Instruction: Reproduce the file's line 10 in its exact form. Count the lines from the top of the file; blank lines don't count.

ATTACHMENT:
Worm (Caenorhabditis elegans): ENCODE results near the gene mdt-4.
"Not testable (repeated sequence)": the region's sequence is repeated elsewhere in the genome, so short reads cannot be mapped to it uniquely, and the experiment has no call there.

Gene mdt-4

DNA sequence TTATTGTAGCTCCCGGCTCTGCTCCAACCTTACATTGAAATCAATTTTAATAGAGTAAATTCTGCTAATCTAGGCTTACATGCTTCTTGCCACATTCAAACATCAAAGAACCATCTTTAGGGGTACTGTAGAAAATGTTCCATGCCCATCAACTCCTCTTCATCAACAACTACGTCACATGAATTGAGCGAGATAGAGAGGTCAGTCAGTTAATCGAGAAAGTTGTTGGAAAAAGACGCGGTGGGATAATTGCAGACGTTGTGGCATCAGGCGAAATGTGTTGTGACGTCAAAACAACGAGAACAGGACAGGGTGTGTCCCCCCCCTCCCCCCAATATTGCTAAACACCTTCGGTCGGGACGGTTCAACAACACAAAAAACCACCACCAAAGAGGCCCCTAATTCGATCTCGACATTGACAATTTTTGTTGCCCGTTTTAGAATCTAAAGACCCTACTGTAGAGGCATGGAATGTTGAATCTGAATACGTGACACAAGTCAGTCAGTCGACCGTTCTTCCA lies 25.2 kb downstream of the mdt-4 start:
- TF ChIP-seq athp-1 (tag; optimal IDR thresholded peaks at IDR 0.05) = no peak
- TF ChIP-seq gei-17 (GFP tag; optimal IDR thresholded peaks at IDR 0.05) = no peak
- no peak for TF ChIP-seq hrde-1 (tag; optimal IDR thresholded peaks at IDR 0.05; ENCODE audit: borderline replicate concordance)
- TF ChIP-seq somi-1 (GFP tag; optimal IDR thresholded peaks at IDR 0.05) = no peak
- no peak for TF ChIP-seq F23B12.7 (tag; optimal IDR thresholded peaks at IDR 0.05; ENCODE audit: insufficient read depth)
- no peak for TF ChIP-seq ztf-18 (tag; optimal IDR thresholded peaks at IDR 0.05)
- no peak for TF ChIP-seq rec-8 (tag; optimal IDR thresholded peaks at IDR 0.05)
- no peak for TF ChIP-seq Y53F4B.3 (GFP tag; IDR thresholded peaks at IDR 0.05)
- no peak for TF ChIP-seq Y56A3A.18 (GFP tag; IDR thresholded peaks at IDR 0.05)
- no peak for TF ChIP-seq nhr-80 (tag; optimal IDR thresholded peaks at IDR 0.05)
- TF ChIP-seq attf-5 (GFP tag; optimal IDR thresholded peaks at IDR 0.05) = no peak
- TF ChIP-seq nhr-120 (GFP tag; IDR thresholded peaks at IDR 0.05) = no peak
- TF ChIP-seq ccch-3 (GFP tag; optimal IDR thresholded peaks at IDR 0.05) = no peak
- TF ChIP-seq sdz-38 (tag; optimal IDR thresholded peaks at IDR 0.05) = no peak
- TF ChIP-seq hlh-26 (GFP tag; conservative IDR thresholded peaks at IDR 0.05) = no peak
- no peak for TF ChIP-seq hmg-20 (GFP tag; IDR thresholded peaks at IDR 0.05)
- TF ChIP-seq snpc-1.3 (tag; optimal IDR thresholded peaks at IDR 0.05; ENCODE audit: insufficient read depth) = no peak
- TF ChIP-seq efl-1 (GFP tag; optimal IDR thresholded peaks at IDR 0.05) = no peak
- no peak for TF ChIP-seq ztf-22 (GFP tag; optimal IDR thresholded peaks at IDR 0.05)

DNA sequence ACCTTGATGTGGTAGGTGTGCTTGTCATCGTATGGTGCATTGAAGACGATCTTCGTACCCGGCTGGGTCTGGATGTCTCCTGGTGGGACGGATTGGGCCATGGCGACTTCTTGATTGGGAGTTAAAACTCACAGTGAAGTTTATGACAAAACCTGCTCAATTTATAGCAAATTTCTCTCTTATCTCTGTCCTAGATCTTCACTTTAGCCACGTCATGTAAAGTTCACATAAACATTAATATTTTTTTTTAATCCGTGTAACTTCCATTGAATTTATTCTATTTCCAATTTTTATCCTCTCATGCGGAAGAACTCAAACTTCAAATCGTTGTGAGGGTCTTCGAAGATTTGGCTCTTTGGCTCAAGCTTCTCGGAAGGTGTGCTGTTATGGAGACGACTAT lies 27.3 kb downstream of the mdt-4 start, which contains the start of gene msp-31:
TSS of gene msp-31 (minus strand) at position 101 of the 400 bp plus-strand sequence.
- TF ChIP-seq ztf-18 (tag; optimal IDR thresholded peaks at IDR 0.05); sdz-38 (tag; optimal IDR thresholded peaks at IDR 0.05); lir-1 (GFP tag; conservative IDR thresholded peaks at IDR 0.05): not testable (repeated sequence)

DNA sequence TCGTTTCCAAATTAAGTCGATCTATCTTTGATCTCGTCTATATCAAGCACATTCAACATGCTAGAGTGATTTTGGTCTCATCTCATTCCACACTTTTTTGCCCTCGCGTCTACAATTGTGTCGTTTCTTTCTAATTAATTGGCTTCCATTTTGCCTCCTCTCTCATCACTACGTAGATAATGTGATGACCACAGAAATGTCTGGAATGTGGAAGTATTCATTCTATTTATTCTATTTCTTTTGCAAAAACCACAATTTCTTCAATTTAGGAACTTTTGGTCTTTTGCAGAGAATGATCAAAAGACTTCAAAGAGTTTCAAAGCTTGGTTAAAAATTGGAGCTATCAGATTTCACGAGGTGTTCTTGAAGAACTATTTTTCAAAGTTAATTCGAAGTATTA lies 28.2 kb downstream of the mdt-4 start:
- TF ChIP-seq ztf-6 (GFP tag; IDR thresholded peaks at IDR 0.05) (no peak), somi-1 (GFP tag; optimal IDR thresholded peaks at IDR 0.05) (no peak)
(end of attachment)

- no peak for TF ChIP-seq ztf-18 (tag; optimal IDR thresholded peaks at IDR 0.05)